While producers might find it challenging to get hay dry in June due to changing weather conditions, there are steps they can take to get the crop up quickly and reduce the potential for rain damage, a forage expert with Ohio State University's College of Food, Agricultural, and Environmental Sciences says.

"Proper tedding, raking, and equipment care are just some of the steps producers can take to reduce drying time and produce high-quality hay," said Clif Little, an educator with Ohio State University Extension.

Although drying time for hay is affected by forage species, environmental conditions, cut height and swath width, Little said a good management plan can make a big difference in hay quality.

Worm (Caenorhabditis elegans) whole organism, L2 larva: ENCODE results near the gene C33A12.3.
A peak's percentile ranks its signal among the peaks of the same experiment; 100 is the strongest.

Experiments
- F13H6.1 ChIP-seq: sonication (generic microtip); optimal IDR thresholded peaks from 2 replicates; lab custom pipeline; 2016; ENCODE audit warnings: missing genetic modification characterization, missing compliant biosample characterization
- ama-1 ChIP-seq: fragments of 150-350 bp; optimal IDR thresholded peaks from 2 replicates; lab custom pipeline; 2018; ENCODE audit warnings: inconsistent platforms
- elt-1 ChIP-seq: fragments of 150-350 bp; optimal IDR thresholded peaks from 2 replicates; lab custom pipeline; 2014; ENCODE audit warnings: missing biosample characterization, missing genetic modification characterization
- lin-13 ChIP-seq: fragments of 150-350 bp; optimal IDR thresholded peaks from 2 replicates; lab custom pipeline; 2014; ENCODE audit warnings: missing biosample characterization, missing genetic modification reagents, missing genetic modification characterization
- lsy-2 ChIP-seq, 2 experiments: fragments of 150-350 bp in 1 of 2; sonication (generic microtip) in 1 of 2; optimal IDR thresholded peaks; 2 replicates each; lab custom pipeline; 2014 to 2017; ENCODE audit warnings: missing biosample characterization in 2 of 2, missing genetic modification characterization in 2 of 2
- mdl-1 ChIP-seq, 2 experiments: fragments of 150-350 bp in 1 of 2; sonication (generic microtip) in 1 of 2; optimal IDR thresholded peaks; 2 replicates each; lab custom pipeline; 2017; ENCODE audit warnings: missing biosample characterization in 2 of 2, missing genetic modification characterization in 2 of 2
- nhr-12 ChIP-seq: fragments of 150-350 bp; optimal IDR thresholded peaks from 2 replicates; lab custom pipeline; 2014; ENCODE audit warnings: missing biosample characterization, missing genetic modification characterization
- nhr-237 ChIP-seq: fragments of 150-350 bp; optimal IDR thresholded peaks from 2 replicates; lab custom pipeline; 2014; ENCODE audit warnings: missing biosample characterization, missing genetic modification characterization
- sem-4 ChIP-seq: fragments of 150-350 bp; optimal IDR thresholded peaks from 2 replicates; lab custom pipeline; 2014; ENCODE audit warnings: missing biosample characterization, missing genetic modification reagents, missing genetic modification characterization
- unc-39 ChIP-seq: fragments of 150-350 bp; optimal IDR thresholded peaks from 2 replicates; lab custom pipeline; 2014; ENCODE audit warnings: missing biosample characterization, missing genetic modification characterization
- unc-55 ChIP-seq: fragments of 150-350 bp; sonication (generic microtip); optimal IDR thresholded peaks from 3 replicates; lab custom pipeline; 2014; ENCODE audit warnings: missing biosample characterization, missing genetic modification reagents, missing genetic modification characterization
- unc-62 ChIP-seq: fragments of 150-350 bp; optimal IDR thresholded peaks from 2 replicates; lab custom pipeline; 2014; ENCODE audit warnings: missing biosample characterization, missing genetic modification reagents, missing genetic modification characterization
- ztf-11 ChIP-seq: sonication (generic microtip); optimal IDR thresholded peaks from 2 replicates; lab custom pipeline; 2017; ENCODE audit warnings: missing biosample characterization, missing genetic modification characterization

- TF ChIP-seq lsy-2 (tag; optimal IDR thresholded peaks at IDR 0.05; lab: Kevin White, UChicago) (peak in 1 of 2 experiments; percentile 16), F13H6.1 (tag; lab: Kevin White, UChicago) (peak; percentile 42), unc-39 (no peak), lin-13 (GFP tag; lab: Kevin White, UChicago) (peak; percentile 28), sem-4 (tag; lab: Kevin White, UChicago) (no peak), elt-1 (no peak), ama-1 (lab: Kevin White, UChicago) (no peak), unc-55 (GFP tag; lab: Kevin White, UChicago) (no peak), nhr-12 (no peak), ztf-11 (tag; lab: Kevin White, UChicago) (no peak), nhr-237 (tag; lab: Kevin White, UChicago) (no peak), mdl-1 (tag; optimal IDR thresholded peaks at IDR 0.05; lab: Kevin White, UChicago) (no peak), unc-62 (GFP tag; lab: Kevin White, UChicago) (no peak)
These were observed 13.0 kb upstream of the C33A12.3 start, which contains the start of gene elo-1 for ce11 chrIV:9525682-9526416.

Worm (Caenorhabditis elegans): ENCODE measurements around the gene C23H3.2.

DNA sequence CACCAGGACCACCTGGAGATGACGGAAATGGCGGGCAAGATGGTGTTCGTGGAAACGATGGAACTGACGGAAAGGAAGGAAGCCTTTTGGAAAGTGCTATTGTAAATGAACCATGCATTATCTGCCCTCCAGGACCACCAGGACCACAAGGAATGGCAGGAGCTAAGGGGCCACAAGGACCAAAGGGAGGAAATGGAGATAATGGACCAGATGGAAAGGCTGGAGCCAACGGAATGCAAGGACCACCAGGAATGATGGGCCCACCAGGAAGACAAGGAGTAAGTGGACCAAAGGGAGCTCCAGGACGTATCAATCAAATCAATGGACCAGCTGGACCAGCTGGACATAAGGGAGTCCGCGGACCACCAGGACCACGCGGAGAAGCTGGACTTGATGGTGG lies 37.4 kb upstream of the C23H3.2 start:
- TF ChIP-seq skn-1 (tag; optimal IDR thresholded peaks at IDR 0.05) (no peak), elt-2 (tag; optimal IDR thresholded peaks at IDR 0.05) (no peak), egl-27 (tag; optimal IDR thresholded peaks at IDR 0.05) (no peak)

"Cutting and drying hay quickly is always important, especially with everything being a little behind this year because of the planting season," he said. "Feed prices are high, so anything producers can do to produce quality hay is a benefit.

"We're fighting rain as well as other work we've got to do around the farm. But we still have to get hay up quickly, because when we get rain on our forage it can be damaged or ruined. So using these steps may allow producers to get it up a day or two earlier."